There are two crucial points to make here. First, even at 1.25%, interest rates are at extremely low levels, and this is significantly stimulative to our economy, even after considering the scenario of future interest rate hikes. The second main point is that that Federal Reserve Chair Janet Yellen has been exceedingly cautious about her careful, data-dependent intentions of increasing interest rates. As a matter of fact, the CME Fed Funds futures market currently indicates a 99% probability the Fed will maintain interest rates at this low level when the Federal Open Market Committee (FOMC) meets in September.

Responsibly Have Fun but Use Protection

It’s imperative to remain vigilantly prudent with your investments because weather conditions will not always remain calm in the financial markets. You do not want to get burned by overheated markets or caught off guard by an unexpected economic storm. Blindly buying tech stocks exclusively without a systematic disciplined approach to valuation is a sure-fire way to lose money over the long-run. Instead, protection must be implemented across multiple vectors.

From a broader perspective, at Sidoxia we believe it’s essential to follow a low-cost, diversified, tax-efficient, strategy with a long-term time horizon. Rebalancing your portfolio as markets continue to appreciate will keep your investment portfolio balanced as financial markets gyrate. These investment basics have produced a winning formula for many investors, including some very satisfying long-term results at Sidoxia, which is quickly approaching its 10-year anniversary. You can have fun at the beach, just remember to bring sunscreen and a windbreaker, in case conditions change.

www.Sidoxia.com

Wade W. Slome, CFA, CFP®

Plan. Invest. Prosper.

DISCLOSURE: Sidoxia Capital Management (SCM) and some of its clients hold positions in certain exchange traded funds (ETFs), but at the time of publishing had no direct position in any other security referenced in this article. No information accessed through the Investing Caffeine (IC) website constitutes investment, financial, legal, tax or other advice nor is to be relied on in making an investment or other decision. Please read disclosure language on IC Contact page.

August 1, 2017 at 12:16 pm Leave a comment

Hot Dogs, Political Fireworks, and Our Nation’s Birthday

This article is an excerpt from a previously released Sidoxia Capital Management complimentary newsletter (July 3, 2017). Subscribe on the right side of the page for the complete text.

The 4th of July has arrived once again as we celebrate our country’s 241st birthday of independence. Besides being a time to binge on hot dogs, apple pie, fireworks, and baseball, this national holiday allows Americans to also reflect on the greatness created by our nation’s separation from the British Empire.

As our Founding Fathers fought for freedom and believed in a more prosperous future, I’m not sure if the signers of our Declaration of Independence (Below [left to right]: Roger Sherman, Benjamin Franklin, Thomas Jefferson, John Adams, and Robert Livingston) envisioned a world with tweeting Presidents, driverless Uber taxis, internet dating, biotechnology medical breakthroughs, cloud storage, and countless other innovations that have raised the standard of living for billions of people around the world.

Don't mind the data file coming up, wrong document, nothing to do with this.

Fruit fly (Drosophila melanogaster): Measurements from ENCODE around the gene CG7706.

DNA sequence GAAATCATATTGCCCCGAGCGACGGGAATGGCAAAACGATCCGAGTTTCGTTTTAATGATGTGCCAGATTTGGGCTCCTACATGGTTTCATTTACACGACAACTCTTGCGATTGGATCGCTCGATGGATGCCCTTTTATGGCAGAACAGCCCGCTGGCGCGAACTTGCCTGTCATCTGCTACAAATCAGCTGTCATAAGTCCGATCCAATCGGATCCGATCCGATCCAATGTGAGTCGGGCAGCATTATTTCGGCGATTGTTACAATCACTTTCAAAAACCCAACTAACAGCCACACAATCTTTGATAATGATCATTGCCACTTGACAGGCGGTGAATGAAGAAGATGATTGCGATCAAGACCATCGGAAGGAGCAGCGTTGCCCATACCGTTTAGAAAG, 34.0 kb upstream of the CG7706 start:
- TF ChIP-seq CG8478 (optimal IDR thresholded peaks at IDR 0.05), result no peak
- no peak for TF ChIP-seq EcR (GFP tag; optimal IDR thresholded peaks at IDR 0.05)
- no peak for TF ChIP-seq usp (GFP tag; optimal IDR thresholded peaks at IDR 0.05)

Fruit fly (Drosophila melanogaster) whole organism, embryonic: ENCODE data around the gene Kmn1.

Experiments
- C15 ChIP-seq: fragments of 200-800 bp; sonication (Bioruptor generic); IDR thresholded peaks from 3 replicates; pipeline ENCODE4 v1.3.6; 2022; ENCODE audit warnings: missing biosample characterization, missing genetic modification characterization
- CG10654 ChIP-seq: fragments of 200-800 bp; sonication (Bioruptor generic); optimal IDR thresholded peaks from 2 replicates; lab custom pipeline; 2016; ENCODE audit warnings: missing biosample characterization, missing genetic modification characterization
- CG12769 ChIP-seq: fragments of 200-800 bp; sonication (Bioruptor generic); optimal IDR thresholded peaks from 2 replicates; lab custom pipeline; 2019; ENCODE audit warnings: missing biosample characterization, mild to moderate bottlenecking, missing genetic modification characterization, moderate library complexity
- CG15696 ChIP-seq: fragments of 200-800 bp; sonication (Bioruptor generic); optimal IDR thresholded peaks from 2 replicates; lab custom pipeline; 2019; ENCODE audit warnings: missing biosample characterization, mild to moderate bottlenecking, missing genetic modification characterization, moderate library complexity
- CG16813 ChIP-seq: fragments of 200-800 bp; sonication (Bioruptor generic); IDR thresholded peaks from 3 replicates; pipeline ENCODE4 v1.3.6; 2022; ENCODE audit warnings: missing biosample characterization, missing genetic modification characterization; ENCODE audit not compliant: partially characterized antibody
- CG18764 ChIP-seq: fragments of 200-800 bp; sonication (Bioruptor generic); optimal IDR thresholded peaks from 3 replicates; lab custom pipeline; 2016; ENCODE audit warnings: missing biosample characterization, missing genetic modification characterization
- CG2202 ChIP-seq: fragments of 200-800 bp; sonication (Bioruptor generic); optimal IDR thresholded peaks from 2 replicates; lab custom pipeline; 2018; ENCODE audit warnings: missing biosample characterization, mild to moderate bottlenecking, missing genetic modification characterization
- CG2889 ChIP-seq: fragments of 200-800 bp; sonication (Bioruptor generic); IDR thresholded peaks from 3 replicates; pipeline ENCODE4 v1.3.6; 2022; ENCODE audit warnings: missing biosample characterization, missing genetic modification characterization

(These Founding Fathers may use different pictures for their Facebook profile, if they were alive today.)

I tend to agree with the wealthiest billionaire investor on the planet, Warren Buffett, that being born in the United States is the equivalent of winning the “Ovarian Lottery.” The opportunities for finding success are exponentially higher, if you were born in America vs. Bangladesh, for example. Surprisingly, the U.S. only accounts for about 4% of the global population (325 million out of 7.5 billion world total). However, even though we Americans make up such a small portion of the of the people on the planet, we still manage to generate over $18 trillion in goods and services, which makes us the world’s largest economy. As the #1 economy, we account for almost 25% of the world’s total economic output (see table & graphic below).

Rank Country GDP (Nominal, 2015) Share of Global Economy (%)
#1 United States $18.0 trillion 24.3%
#2 China $11.0 trillion 14.8%
#3 Japan $4.4 trillion 5.9%
#4 Germany $3.4 trillion 4.5%
#5 United Kingdom $2.9 trillion 3.9%

Source: Visual Capitalist

How do we create six times the output of our population (i.e., 4% of world’s population producing 25% of the world’s output)? Despite the nasty, imperfect, mudslinging politics we live through daily, the U.S. has perfected the art of capitalism, which has landed us on top of the economic Mt. Everest. Although, there is always room for improvement, culturally, the winning “entrepreneurial” strain is born into our American DNA. The recent merger announcement between Amazon.com Inc. (AMZN) and Whole Foods (WFM), the leading natural and organic foods supermarket, is evidence of this entrepreneurial strain. Amazon has come a long way and gained significant steam since its founding in July 1994 by CEO Jeff Bezos. Consequently, the momentum of this internet giant has it steamrolling the entire retail industry, which has led to a flood of store closings, including department store chains, Macy’s, J.C. Penney, Sears and Kmart. The Amazon-Whole Foods merger announcement was not a huge surprise to my family because we actually order more than half of our groceries from AmazonFresh (Amazon’s food delivery program). What’s more, since I despise shopping, I continually find myself taking advantage of Amazon’s “Prime Now” 2-hour delivery option to my office, which is free to all Prime subscribers. It won’t be long before Amazon’s multi-channel strategy will allow me to make same-day orders for groceries, electronics, and general merchandise from my office, then pick up those items on my way home from work at the local Whole Foods store.